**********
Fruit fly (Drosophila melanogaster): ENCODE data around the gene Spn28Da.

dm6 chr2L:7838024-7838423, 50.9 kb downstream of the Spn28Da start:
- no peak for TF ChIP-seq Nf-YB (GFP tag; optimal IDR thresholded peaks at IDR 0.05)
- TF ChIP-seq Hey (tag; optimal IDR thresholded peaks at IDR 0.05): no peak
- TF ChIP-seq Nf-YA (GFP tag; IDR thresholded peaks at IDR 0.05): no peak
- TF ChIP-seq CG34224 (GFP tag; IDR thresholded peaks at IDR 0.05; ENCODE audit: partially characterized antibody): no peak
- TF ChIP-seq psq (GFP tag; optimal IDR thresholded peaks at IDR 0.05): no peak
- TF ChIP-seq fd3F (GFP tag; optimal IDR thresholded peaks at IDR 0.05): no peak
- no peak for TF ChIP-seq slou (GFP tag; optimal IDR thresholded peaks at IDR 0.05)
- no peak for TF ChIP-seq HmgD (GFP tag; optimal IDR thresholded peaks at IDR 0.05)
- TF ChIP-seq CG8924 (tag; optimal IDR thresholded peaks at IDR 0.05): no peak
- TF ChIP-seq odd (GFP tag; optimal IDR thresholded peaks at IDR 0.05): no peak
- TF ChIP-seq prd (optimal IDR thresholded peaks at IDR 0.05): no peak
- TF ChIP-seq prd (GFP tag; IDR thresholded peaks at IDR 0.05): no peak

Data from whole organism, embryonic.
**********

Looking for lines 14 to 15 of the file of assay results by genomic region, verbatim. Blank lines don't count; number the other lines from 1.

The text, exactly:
- TF ChIP-seq prd (GFP tag; IDR thresholded peaks at IDR 0.05): no peak

Data from whole organism, embryonic.